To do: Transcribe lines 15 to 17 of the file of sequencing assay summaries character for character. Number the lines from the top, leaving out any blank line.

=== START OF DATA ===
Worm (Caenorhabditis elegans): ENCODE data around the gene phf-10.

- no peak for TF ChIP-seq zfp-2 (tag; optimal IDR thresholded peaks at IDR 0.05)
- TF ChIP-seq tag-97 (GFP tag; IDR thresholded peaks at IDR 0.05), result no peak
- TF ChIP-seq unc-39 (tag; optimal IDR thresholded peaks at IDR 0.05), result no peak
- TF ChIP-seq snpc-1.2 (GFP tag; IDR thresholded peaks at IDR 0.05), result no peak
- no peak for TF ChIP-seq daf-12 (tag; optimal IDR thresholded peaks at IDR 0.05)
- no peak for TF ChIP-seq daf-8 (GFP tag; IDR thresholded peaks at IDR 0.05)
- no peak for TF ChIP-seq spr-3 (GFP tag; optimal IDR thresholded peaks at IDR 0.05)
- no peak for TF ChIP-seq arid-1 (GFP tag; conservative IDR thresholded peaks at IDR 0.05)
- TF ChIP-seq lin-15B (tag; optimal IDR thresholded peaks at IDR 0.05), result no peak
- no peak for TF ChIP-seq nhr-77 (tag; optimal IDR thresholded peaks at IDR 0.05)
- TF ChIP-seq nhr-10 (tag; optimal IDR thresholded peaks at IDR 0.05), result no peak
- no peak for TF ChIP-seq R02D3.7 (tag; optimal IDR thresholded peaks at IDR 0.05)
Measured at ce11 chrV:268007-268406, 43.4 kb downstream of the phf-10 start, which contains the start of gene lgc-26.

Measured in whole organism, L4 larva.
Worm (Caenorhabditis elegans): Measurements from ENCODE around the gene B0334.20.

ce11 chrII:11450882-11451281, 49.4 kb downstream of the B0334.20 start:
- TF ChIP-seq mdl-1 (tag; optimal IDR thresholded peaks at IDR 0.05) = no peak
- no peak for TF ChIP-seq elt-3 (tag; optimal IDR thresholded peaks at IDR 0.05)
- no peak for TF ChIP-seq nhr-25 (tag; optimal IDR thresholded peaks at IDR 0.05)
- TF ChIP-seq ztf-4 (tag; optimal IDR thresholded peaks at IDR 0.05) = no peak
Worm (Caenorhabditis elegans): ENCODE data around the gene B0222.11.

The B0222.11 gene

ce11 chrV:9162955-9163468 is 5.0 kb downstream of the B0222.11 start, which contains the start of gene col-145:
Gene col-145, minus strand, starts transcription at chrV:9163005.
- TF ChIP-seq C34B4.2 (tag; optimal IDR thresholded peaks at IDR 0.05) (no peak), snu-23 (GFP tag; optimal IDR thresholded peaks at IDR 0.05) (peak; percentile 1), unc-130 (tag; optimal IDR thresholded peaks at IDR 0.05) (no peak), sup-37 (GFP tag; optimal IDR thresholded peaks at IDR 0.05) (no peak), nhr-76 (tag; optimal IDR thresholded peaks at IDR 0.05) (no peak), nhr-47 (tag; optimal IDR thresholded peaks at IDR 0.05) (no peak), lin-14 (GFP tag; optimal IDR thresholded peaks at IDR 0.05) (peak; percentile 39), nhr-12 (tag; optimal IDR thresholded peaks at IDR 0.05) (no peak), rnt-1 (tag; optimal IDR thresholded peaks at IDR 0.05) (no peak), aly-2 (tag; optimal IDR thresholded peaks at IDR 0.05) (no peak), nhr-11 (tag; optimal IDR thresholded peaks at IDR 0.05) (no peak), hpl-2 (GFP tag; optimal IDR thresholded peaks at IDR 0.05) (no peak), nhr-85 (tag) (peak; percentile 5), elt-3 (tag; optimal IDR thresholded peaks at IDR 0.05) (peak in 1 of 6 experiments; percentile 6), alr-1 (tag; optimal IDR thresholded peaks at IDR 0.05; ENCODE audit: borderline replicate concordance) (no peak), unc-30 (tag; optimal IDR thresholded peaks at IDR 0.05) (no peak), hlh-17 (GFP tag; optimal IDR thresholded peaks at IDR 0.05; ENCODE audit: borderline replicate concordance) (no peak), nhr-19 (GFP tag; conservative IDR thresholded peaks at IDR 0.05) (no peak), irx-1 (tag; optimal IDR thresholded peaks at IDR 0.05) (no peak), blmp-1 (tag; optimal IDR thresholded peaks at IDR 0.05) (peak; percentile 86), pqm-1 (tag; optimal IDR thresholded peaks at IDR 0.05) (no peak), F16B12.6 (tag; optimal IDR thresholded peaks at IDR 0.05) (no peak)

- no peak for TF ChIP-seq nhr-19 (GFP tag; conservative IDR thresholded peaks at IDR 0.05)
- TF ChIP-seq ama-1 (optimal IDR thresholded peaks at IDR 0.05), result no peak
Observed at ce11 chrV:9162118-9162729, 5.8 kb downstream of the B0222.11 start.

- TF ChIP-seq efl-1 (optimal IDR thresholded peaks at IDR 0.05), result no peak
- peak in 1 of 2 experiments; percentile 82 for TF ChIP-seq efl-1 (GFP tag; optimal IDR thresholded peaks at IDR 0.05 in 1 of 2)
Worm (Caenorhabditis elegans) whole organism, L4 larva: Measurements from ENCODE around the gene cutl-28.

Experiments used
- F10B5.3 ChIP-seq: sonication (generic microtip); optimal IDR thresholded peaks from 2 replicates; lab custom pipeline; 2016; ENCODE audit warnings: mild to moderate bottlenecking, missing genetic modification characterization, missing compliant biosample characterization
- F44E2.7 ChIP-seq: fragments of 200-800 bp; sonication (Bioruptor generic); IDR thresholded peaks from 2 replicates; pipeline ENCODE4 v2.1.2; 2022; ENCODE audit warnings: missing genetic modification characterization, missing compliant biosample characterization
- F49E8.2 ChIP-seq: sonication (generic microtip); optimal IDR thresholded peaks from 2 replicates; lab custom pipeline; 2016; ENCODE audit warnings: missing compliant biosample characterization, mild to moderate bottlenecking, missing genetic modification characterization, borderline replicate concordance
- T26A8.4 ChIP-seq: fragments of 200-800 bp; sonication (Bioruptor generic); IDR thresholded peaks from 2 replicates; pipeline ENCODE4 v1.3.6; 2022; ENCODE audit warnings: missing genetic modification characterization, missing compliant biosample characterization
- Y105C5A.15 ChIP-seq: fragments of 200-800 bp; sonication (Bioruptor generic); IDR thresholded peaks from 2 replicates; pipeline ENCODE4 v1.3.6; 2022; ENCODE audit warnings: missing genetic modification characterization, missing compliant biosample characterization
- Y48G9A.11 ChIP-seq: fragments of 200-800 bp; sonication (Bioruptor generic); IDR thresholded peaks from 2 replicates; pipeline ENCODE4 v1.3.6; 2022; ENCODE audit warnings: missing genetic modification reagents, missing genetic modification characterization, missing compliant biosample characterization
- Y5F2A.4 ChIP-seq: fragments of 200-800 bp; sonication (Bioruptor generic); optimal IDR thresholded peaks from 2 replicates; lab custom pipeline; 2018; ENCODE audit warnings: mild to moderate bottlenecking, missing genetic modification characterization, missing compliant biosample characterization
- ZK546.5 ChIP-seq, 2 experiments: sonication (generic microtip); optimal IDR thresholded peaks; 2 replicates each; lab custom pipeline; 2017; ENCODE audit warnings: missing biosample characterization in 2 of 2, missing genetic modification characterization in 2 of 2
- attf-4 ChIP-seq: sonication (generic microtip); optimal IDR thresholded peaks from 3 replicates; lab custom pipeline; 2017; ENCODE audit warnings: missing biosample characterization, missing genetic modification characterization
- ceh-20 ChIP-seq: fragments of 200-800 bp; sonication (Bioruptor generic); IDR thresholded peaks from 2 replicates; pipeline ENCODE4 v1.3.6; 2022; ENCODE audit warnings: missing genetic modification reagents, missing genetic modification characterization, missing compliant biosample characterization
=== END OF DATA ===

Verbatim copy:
Measured in whole organism, L4 larva.
Worm (Caenorhabditis elegans): Measurements from ENCODE around the gene B0334.20.

ce11 chrII:11450882-11451281, 49.4 kb downstream of the B0334.20 start: